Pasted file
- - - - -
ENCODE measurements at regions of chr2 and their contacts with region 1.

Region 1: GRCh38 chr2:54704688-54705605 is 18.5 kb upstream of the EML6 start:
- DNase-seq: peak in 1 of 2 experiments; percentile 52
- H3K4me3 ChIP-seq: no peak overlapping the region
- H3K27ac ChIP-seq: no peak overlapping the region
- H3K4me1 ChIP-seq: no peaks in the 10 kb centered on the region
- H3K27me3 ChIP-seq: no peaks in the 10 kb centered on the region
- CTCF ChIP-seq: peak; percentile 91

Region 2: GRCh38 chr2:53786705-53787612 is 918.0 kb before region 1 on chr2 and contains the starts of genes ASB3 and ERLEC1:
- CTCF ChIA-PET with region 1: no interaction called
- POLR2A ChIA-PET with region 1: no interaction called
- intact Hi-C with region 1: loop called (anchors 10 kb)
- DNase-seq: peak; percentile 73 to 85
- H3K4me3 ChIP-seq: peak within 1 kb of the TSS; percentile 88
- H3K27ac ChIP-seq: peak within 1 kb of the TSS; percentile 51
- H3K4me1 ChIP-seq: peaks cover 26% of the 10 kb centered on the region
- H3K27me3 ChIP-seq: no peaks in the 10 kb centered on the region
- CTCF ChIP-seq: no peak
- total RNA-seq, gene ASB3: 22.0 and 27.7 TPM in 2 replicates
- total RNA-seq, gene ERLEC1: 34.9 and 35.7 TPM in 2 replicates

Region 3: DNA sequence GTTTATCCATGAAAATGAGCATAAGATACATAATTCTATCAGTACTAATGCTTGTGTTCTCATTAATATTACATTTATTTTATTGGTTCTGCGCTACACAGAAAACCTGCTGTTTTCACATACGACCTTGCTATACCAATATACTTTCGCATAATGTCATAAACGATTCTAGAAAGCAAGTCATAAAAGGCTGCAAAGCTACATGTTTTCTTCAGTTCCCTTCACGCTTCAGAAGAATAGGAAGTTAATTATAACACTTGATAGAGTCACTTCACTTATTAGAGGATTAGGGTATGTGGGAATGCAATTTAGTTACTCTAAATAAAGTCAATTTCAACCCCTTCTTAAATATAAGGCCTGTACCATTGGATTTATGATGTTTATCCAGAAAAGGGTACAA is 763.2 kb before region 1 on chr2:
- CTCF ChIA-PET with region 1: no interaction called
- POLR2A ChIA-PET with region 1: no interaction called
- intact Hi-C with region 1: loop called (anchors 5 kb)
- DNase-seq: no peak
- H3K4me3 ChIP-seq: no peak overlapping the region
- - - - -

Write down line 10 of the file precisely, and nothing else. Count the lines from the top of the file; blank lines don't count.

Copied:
- CTCF ChIA-PET with region 1: no interaction called